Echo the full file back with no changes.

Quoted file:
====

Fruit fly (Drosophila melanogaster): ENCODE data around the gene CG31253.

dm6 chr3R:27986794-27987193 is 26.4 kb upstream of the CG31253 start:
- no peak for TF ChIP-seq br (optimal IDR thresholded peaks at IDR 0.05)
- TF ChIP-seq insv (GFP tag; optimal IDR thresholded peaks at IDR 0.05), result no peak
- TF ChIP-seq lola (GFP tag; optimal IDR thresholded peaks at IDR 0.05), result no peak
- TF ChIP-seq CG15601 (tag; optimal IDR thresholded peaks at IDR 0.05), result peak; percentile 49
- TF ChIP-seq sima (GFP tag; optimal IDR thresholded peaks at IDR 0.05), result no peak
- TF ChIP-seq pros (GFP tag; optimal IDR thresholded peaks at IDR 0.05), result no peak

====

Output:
Fruit fly (Drosophila melanogaster): ENCODE data around the gene CG31253.

dm6 chr3R:27986794-27987193 is 26.4 kb upstream of the CG31253 start:
- no peak for TF ChIP-seq br (optimal IDR thresholded peaks at IDR 0.05)
- TF ChIP-seq insv (GFP tag; optimal IDR thresholded peaks at IDR 0.05), result no peak
- TF ChIP-seq lola (GFP tag; optimal IDR thresholded peaks at IDR 0.05), result no peak
- TF ChIP-seq CG15601 (tag; optimal IDR thresholded peaks at IDR 0.05), result peak; percentile 49
- TF ChIP-seq sima (GFP tag; optimal IDR thresholded peaks at IDR 0.05), result no peak
- TF ChIP-seq pros (GFP tag; optimal IDR thresholded peaks at IDR 0.05), result no peak